Security is mostly a superstition. It does not exist in nature, nor do the children of men as a whole experience it. Avoiding danger is no safer in the long run than outright exposure. Life is either a daring adventure, or nothing. ~ Helen Keller
One of the most difficult things in our lives is not judging a moment as good or bad. It simply is a moment in a stream of moments. While it may be difficult, challenging or very easy — we have no idea of its effect on our lives, perhaps for months or years. Thus the most horrible seeming experience we could go through, might also be the moment that starts a series of events that completely changes our lives in the absolute best manner possible.
And when we get caught up in judging our moments, then we leave an aspect of ourself — and our energy — in the judged moment — and thus in the past. The judging of a situation as bad keeps us from seeing the overall benefit a challenging experience may have played in our lives. And suddenly we have lack of congruence and a disconnect within our interior selves. Part of us is stuck in the past judging the experience; part of us is trying to move forward into the future; part of us is trying to be in the present moment wondering why we keep going back to this, that and the other worry; and part of us may be keeping a life tally of good and bad to see if we are getting our fair share of the good stuff — as we define good stuff.
And if we look at where our judging is really coming from, I tend to think it is emerging from our fears and egos, which affect our emotions and thus our world views– and suddenly the spiraling loop begins. We’re judging, rating and unhappy, instead of confident and trusting that this moment is simply one small part of a process to get us to where we want to be. And that even though it may seem like we are coming apart; we, in reality, are thriving, flourishing and growing.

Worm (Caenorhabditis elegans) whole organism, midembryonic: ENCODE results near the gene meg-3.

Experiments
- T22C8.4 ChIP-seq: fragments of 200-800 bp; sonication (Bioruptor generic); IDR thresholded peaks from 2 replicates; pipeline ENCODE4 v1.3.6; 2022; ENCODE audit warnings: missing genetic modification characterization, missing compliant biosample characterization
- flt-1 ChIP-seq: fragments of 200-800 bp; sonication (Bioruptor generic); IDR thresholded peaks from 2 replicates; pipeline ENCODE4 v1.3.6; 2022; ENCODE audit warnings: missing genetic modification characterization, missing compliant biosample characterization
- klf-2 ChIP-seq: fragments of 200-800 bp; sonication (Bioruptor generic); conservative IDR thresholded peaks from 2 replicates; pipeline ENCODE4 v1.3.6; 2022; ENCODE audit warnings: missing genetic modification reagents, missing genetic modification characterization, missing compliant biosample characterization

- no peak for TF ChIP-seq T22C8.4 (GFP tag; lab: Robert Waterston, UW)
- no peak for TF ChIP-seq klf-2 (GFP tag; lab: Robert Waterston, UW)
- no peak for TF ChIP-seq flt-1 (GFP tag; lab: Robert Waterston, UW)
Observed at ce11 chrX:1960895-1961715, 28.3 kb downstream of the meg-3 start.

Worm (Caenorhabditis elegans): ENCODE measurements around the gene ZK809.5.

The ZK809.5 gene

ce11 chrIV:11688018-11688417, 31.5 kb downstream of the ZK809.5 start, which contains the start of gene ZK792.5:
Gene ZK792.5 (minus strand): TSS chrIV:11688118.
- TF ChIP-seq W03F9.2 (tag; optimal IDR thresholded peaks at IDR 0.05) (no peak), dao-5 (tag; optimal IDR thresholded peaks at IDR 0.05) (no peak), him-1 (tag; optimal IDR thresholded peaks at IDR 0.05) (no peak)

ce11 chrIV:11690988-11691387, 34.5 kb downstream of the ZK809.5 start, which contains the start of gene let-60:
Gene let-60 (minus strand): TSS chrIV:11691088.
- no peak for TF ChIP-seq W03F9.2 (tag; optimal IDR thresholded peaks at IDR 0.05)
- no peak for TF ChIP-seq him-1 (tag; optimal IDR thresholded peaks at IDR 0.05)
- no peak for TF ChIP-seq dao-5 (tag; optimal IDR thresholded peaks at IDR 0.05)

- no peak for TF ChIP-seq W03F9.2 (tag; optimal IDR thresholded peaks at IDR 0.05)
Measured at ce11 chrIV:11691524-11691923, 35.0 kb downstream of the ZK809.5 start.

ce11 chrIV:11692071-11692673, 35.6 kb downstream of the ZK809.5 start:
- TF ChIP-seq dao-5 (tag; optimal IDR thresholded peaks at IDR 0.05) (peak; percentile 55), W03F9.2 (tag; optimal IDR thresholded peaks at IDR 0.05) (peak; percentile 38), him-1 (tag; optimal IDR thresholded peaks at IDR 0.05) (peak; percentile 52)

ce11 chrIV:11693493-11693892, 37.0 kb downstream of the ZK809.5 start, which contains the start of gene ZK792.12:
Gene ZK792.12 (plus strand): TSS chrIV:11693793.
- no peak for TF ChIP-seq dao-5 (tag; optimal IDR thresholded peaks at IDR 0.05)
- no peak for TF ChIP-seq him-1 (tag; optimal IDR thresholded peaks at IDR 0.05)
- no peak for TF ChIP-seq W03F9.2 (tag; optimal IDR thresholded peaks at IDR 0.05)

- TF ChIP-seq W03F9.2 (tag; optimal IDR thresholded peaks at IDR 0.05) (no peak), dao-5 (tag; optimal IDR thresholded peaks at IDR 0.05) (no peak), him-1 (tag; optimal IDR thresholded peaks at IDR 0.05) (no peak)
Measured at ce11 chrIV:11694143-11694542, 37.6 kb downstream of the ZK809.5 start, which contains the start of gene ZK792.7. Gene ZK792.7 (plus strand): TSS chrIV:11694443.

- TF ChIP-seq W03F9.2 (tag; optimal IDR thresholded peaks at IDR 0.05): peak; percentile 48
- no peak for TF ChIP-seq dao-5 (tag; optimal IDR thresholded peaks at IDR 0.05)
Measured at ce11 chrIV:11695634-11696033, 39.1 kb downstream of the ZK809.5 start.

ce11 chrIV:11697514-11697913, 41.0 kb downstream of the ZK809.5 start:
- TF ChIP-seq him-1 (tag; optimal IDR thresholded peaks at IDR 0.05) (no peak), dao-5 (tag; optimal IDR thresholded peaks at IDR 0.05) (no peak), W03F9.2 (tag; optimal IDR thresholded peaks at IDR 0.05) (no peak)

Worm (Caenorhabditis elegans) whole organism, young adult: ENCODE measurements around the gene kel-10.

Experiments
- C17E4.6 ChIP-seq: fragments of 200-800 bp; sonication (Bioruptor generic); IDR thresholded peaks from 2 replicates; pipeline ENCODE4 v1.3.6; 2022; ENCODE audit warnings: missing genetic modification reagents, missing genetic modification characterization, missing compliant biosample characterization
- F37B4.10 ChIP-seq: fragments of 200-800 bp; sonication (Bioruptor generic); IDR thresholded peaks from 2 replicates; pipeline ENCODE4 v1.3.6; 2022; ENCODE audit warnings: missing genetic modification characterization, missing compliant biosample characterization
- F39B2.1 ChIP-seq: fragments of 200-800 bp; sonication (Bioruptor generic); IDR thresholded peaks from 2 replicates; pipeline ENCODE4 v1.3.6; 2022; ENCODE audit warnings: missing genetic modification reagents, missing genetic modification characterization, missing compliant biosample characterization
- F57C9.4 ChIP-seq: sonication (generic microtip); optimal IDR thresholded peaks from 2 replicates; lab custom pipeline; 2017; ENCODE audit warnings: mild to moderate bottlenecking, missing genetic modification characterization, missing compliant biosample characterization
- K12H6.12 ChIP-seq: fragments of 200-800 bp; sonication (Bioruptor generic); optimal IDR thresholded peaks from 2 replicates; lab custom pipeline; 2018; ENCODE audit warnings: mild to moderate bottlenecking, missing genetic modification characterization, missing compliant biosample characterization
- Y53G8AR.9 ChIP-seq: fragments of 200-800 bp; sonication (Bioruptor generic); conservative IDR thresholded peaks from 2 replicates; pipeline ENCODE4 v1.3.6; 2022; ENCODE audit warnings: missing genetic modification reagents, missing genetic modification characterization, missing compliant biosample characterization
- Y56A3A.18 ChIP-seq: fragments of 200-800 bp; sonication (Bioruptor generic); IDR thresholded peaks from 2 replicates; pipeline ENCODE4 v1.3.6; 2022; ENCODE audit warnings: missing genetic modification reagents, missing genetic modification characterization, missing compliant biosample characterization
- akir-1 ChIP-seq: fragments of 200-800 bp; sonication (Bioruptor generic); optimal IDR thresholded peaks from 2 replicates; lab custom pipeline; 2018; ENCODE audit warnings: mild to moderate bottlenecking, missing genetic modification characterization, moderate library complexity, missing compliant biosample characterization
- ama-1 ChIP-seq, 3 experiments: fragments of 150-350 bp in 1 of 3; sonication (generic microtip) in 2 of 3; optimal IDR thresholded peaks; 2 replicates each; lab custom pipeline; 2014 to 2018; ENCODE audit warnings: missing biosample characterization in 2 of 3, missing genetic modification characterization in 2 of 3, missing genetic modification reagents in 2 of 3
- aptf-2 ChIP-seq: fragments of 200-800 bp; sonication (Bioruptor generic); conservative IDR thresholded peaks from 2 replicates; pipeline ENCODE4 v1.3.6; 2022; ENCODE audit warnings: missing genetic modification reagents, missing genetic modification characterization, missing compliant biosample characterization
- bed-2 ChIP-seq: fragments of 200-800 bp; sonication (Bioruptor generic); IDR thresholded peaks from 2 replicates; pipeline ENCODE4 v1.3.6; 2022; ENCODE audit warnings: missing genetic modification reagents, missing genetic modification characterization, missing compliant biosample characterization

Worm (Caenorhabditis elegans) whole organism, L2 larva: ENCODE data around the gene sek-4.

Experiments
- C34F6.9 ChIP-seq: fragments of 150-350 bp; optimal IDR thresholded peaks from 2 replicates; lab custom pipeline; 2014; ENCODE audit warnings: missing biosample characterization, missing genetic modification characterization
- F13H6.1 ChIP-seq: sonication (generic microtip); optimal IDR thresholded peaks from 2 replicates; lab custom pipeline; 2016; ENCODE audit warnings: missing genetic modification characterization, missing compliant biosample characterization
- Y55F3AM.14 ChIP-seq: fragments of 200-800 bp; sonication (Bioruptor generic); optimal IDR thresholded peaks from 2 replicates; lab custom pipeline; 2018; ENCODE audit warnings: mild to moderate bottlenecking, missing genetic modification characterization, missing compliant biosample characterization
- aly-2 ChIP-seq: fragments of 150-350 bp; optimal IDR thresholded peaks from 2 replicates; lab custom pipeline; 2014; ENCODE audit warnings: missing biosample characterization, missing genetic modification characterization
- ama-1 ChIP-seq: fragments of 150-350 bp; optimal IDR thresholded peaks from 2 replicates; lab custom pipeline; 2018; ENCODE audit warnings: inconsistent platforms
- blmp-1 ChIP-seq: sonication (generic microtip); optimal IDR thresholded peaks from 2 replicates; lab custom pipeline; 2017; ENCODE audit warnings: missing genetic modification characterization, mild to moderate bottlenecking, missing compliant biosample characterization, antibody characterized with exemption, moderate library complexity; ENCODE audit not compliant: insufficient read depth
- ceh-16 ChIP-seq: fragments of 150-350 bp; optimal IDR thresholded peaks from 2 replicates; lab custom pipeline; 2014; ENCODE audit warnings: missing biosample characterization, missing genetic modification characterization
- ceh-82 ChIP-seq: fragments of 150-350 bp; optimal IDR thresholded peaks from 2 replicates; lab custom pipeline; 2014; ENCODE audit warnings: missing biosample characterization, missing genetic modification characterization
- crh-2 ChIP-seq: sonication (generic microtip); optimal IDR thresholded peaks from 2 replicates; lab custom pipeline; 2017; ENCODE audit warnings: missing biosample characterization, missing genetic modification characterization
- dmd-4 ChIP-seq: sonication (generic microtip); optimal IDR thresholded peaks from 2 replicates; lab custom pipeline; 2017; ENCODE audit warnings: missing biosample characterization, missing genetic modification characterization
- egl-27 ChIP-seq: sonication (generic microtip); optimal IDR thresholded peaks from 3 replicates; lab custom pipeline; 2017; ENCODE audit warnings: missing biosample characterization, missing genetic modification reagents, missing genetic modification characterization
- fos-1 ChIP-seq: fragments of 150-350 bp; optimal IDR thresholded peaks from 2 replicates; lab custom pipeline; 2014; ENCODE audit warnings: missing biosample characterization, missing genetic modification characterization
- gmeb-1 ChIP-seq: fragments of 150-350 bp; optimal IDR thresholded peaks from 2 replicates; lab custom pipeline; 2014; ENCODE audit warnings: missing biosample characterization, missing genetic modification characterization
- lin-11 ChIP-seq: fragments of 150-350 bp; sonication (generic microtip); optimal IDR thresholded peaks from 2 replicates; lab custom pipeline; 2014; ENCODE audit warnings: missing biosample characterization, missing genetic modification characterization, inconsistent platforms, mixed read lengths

When we judge a moment, situation, experience, challenge, etc. we tend to judge it from a linear perspective — we define the perfect, shortest distance to being where we want to be and then we decide that anything other than our definition is not “right” or optimal. We forget that we are part of a mosaic — a mosaic called humanity — and that every experience we have does not just effect or serve ourselves, but also effects and serves the whole of humanity. We can define humanity as the six billion people who inhabit the planet or simply the small group of friends, family and acquaintances that inhabit our lives at any given point.
If we view the “bad” experience as an aspect of a mosaic, then we see we are one piece and in order to fit us in another part of the cosmic mosaic, then Life has to reconfigure us to fit another part and it also has to reconfigure other parts of the mosaic to fit us. Thus, the challenging situation is not going to be experienced in a linear manner — it can’t be, because we are now working on the greater whole’s timetable, not our own. So it may seem to take more time than we consider reasonable.
It’s very much like reworking a garden and moving plants. The plant you dig up and put to the side may not like being out of the earth or without water for as long as it takes to rearrange and dig up the part of the garden where the gardener will eventually be placing the plant. Even though this is the part of the garden that the plants will thrive in.
So at any given point in time, what we are cosntantly being asked by Life is “simply trust.” Choose the moment — whatever moment is being presented to you — over your fears and your ego. Instead of getting caught up in the inner dialog of your mind, get caught up int eh sunrise or the sunset or simply the wind. By choosing the moment, you choose confidence — in yourself and in the cosmos — over your own fears and perceived limitations.
Helen Keller expresses it very well in her work Optimism “I am never discouraged by absence of good. I never can be argued into hopelessness. Doubt and mistrust are the mere panic of timid imagination, which the steadfast heart will conquer, and the large mind transcend.”